To inveterate ideologues like Rosa,
Zionism was anathema. Although reviled by Germans as a contemptible generic Jew
(with her revolutionary doctrines falsely ascribed to all Jews), Rosa’s
antipathy to Jewish causes was a near-boastful expression of alienation from her
own Jewish roots.
In 1917 she wrote her friend Mathilde Wurm a harsh
response to the latter’s concern about pogroms. “I have no room in my heart for
Jewish suffering,” Rosa declared outright. “Why do you pester me with Jewish
troubles? I feel closer to the wretched victims of the rubber plantations of
Putumayo or the Negroes in Africa… I have no separate corner in my heart for the
Rosa’s indifference to her own people arose from the intuition
that cutting the cords of disagreeable Jewish affiliations eases acceptance
beyond the ghetto. This was Rosa’s ticket to citizen-of-the-world credentials –
even if only within the setting of her Marxist milieu, packed paradoxically with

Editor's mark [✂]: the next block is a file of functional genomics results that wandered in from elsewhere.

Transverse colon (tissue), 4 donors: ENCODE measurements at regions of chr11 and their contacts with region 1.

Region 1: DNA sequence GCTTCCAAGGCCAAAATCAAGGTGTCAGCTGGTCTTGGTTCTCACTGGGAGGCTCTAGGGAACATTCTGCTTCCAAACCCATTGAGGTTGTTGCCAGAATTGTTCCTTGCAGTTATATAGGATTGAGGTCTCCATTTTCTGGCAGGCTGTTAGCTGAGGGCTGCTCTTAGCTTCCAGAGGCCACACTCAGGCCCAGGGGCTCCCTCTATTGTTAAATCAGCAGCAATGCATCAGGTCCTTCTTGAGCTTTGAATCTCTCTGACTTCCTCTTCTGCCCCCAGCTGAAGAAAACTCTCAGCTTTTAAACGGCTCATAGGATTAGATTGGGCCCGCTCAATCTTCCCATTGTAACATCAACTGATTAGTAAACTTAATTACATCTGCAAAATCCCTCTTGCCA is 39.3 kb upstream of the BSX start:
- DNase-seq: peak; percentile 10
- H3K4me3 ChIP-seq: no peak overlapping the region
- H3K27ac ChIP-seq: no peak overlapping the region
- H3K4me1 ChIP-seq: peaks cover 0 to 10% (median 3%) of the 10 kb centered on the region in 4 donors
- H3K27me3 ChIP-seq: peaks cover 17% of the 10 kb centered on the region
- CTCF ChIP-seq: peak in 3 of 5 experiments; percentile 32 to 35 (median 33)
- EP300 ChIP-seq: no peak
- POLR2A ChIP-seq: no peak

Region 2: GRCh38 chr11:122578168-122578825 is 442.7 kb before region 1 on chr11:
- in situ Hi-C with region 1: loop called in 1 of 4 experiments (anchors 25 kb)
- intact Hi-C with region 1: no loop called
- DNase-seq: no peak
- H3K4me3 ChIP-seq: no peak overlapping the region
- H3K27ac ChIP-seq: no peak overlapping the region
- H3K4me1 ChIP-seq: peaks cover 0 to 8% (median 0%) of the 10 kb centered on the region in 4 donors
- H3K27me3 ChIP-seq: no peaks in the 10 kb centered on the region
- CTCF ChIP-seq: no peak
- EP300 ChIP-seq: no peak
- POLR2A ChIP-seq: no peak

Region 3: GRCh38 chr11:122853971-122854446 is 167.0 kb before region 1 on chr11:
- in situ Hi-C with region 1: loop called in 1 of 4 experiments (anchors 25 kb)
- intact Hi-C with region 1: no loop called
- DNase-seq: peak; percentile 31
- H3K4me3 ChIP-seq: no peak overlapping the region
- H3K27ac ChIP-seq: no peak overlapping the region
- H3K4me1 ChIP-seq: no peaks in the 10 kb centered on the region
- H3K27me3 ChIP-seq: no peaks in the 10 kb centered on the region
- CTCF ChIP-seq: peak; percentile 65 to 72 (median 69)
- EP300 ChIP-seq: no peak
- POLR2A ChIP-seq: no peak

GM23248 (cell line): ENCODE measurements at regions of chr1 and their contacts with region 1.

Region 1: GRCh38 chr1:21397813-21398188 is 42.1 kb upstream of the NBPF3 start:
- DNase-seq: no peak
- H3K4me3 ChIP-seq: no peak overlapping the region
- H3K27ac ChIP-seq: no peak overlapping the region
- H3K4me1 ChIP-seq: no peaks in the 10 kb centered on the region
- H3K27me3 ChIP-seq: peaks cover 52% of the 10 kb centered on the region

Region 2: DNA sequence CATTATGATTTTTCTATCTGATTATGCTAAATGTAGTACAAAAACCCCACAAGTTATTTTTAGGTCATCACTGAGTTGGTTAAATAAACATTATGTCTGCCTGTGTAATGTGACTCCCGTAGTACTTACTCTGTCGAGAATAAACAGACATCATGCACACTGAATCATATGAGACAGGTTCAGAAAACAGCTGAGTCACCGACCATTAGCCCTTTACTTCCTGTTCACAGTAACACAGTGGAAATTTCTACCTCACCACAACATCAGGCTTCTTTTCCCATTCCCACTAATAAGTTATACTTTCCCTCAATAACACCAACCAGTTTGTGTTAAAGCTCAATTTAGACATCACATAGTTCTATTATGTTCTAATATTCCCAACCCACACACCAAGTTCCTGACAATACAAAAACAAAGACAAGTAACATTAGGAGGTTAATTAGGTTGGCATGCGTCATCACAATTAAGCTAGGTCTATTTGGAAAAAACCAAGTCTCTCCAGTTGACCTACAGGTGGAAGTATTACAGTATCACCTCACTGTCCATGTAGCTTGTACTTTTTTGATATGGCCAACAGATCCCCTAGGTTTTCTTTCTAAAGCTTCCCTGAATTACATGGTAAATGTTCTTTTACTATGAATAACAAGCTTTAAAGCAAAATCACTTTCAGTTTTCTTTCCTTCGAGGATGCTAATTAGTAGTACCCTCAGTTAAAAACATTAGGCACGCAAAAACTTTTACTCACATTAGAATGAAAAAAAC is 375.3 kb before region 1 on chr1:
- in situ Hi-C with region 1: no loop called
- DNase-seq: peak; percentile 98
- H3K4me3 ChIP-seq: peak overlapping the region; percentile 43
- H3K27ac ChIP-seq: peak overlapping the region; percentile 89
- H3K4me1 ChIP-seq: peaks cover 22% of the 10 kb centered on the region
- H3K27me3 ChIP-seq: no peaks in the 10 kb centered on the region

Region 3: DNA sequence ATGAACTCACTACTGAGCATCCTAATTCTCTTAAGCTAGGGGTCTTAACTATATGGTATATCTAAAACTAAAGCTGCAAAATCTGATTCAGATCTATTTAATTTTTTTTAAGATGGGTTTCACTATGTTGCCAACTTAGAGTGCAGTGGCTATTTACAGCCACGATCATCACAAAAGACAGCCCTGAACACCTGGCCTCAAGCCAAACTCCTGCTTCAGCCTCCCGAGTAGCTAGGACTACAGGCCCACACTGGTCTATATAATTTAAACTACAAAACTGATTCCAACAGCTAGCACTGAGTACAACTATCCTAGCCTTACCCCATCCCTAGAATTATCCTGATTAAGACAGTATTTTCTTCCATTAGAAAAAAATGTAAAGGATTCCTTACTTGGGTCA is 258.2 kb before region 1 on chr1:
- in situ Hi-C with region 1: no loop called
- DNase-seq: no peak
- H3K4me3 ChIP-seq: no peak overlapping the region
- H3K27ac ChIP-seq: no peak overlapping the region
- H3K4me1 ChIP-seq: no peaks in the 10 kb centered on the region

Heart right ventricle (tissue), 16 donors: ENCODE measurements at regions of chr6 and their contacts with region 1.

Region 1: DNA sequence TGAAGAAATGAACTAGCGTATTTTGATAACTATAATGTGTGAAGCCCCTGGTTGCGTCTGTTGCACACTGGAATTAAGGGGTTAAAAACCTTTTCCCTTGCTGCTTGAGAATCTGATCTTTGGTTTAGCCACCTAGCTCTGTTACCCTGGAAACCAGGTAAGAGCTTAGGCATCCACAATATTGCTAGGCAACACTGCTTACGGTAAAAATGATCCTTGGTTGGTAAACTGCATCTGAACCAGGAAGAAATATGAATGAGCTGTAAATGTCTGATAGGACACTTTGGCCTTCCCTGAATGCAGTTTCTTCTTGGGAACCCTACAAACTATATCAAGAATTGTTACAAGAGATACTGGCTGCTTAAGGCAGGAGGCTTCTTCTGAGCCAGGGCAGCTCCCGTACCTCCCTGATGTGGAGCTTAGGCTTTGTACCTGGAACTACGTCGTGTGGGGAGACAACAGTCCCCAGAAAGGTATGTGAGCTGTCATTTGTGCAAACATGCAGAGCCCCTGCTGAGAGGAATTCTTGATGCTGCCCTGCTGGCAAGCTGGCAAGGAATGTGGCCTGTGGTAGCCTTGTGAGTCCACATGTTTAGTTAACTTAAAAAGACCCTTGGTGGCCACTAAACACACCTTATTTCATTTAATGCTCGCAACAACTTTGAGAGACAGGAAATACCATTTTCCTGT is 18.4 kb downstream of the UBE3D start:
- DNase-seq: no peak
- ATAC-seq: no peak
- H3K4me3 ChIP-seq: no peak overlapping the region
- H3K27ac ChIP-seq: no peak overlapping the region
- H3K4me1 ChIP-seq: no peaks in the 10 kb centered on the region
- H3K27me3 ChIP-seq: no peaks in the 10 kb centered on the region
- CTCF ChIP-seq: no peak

her own breed of estranged Jews.
No less paradoxically, her professed
lack of solidarity with fellow Jews flourishes remarkably in the Jewish homeland
– the creation of the very Zionist movement to which Rosa was the antithesis.
Logically, this country ought to be the last place in which to expect Jewish
self-loathing. After all, Zionism regarded itself as the remedy to Rosa-syndrome
But the Zionist cure is perhaps of limited effectiveness
against the collective mental aberrations which 2000 years of exile,
helplessness and dependence on the whims of diverse potentates and tyrants
inculcated in downtrodden Jews. Rosa’s keenness to bask in the warmth of
socialist comradeship still abounds among all-too-many Israelis. For them too,
distancing themselves from the inherent interests of the Jewish people purchases
a voucher for universalist endorsement.
This mindset long predated
actual Jewish self-determination. As in the Hass episode, in its more extreme
manifestations this inclination didn’t merely involve apathy toward the
tribulations of fellow Jews but also meant active collaboration with the enemies
of the Jews.